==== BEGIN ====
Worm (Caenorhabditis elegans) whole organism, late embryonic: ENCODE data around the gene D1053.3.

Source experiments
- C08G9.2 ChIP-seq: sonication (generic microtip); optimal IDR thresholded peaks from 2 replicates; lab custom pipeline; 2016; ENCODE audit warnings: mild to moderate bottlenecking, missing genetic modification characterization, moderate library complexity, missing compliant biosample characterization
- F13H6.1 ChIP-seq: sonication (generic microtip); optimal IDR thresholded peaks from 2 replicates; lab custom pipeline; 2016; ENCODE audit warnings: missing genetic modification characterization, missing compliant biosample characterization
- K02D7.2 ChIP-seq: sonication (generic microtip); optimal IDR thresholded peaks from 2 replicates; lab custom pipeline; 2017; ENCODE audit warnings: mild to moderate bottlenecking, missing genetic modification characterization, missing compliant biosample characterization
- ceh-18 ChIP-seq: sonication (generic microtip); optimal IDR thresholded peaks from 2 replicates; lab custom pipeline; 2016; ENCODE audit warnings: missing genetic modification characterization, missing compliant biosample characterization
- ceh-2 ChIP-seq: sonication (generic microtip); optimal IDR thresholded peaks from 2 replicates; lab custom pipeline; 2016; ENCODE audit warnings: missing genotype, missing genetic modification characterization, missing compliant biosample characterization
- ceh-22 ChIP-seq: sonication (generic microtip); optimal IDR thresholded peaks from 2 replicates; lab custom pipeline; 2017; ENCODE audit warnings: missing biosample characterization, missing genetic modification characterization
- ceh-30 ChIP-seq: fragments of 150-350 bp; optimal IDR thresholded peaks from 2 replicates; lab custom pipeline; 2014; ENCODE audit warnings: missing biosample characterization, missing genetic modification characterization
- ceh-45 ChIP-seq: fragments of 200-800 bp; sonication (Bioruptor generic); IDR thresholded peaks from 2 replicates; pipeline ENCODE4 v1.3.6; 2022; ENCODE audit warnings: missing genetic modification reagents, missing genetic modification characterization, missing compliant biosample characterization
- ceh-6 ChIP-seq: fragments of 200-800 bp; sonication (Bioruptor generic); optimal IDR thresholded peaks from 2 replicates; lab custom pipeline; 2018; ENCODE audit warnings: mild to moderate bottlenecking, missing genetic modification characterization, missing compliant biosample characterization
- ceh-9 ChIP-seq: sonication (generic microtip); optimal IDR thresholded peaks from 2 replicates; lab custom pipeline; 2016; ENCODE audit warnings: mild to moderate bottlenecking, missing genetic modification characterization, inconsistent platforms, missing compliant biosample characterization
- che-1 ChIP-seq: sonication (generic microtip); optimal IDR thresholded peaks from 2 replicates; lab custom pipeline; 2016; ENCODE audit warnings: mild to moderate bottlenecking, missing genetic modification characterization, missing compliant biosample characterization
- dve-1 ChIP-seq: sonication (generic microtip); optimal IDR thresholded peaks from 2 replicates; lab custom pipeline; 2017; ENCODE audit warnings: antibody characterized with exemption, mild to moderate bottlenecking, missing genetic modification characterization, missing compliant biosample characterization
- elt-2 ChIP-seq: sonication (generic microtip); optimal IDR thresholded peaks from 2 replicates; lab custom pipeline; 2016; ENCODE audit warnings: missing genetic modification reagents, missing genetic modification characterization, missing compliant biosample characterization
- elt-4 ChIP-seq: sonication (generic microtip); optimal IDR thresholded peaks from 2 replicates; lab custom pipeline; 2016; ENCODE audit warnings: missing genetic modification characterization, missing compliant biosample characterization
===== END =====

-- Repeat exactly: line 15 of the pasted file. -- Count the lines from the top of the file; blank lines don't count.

- elt-2 ChIP-seq: sonication (generic microtip); optimal IDR thresholded peaks from 2 replicates; lab custom pipeline; 2016; ENCODE audit warnings: missing genetic modification reagents, missing genetic modification characterization, missing compliant biosample characterization